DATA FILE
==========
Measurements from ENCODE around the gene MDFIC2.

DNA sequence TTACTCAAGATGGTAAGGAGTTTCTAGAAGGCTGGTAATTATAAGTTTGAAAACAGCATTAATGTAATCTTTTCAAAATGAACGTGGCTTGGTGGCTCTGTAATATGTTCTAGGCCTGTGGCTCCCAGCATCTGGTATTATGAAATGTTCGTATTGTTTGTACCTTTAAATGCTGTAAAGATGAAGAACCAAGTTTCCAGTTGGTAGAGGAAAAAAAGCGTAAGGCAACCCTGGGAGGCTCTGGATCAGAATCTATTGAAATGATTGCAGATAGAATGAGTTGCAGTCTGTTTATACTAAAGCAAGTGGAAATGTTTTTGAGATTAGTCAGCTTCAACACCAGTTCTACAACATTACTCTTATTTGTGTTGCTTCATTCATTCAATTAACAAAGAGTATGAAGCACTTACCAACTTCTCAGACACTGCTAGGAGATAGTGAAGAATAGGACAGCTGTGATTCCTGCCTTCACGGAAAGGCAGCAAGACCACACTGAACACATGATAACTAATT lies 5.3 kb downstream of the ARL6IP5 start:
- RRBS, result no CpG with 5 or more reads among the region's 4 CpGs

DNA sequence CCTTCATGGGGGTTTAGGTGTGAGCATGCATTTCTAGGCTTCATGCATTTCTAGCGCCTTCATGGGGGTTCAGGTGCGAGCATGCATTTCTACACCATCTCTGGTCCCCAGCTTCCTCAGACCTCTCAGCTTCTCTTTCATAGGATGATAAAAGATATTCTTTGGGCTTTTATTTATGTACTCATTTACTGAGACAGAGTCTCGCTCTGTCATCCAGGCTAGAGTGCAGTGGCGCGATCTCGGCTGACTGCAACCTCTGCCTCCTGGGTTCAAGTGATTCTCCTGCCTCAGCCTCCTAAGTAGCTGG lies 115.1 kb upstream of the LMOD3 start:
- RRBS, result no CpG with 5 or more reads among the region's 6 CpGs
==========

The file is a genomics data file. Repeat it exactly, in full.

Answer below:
Measurements from ENCODE around the gene MDFIC2.

DNA sequence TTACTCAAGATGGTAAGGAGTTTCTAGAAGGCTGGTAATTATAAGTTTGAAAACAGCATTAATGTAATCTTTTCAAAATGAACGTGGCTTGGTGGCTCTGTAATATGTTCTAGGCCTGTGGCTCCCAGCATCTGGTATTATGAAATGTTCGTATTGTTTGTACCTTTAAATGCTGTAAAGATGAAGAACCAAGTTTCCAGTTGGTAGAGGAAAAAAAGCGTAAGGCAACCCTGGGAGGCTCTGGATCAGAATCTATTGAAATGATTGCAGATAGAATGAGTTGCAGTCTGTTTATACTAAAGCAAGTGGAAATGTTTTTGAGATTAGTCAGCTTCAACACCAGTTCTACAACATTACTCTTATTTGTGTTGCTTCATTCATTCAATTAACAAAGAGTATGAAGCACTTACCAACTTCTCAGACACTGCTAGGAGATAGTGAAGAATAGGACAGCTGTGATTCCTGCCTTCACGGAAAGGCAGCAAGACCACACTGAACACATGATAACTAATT lies 5.3 kb downstream of the ARL6IP5 start:
- RRBS, result no CpG with 5 or more reads among the region's 4 CpGs

DNA sequence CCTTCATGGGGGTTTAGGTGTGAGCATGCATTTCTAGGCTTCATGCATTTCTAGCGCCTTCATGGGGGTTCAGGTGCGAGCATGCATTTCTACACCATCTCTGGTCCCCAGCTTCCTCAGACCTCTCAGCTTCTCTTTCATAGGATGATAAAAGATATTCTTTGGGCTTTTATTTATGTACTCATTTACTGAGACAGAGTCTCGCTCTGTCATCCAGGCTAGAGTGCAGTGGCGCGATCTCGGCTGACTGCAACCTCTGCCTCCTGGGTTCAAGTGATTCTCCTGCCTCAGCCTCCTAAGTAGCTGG lies 115.1 kb upstream of the LMOD3 start:
- RRBS, result no CpG with 5 or more reads among the region's 6 CpGs